4.1 DS-TE Compatibility

   If there is a network with a mix of routers where some have the
   legacy implementations and some the implementations outlined in
   this memo, there is a potential for implementation compatibility
   problems.  Areas of concern might include the following:

   - a router's inability to accept TE IGP advertisements that do not
     follow {Effect 1} of section 2.2 above.  This is not specified in
     OSPF-TE nor ISIS-TE.  Any "sanity checks" of this sort should not
     be done.

   - a router which does not follow {Rule 1} above might attempt to
     signal an bw-lsp[n] against an insufficient bw-link[n] because it
     found sufficient bw-link[n+1..7] This should fail for routers
     which follow {Rule 2} above, in accordance with RSVP-TE.

   Implementation nuances aside, there should be no compatibility
   issues between routers with legacy and new implementations.

   The most difficult part of the transition would be that of router
   syntax reconfiguration.  However, as the on-the-wire signaling
   would be indistinguishable between the two implementations, it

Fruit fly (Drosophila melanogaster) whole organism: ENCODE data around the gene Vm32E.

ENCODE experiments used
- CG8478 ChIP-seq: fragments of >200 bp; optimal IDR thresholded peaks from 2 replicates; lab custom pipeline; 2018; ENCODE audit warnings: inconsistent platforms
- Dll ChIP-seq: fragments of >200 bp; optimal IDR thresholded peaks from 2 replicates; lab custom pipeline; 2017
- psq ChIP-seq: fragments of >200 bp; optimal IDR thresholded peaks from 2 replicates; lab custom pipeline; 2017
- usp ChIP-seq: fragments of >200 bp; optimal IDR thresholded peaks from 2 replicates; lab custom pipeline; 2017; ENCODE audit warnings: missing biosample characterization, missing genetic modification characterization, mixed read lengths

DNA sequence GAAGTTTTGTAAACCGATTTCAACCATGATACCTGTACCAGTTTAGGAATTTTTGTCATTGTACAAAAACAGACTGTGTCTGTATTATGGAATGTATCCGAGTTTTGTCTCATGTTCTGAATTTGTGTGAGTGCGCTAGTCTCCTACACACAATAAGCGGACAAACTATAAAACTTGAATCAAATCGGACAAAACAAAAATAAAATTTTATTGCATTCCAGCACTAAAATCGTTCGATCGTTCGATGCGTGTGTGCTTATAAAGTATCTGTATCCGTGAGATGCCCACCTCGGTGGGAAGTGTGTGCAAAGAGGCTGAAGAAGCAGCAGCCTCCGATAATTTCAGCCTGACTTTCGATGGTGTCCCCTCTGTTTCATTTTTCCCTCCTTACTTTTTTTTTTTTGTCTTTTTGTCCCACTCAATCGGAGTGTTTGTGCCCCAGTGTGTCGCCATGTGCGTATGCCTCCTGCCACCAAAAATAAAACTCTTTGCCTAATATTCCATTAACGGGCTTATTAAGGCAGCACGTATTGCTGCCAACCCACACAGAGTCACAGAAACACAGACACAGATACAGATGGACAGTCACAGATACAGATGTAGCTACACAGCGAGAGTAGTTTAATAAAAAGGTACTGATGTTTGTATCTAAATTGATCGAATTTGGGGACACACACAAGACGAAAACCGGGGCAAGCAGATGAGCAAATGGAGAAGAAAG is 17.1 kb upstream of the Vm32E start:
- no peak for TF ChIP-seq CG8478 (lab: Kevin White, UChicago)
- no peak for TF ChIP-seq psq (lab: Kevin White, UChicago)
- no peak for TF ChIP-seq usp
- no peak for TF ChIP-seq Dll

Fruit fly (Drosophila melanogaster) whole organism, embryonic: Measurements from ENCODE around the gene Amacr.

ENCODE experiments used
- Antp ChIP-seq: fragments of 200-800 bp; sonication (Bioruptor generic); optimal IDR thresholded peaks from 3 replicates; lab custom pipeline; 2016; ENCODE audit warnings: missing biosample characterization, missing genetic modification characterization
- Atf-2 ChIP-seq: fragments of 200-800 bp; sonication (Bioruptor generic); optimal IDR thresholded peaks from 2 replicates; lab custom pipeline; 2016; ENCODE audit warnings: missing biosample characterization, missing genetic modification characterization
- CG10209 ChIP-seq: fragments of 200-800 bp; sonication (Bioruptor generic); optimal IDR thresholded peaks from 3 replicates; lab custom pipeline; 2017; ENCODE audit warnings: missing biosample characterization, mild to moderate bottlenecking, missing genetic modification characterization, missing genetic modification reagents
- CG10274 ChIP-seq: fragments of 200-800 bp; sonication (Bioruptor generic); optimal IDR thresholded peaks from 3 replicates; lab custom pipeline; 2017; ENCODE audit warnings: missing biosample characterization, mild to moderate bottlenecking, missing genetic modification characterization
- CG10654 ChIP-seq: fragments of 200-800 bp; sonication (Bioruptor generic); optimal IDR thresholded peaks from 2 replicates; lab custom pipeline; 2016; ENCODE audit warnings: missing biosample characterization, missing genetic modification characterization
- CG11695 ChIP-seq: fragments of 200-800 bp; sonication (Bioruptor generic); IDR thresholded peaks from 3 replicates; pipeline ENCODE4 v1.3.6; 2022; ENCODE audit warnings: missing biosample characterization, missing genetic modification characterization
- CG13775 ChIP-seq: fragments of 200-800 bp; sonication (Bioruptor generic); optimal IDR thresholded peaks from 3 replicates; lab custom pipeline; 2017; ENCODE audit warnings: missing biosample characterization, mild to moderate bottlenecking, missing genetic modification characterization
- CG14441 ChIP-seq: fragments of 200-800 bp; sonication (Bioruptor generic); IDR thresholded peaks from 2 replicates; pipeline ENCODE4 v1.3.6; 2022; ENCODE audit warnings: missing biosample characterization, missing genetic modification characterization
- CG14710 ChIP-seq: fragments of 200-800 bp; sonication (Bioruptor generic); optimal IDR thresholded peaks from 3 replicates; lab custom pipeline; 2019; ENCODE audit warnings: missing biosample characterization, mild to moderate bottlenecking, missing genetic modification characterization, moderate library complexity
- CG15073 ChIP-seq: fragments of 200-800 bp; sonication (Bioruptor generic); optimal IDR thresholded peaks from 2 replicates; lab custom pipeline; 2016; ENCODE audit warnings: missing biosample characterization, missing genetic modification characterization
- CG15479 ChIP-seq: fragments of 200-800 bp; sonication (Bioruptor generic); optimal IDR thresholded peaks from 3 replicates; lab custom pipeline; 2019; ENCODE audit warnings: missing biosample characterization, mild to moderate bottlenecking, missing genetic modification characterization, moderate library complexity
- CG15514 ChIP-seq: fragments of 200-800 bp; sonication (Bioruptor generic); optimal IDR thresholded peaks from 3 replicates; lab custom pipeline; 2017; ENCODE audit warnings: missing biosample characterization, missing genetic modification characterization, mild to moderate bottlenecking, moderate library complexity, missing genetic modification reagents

would be possible to even migrate a small portion of a network and
   try out the reconfiguration and code stability.  If successful,
   migration through the rest of the network could proceed.

   This approach carries no additional information in the IGP nor are
   any new or additional objects required in the signaling or routing
   protocol.  It is suspected that the allowed variability of
   configuration is not without any additional implementation
   complexity, and that single solution approaches can be coded more
   optimally than general approaches.  So it is assumed that there
   would likely be some impact to stability or scalability with this
   approach.  However, assuming some typical configurations, it is
   likely that coding and testing could be optimized for speed and
   robustness around those configurations.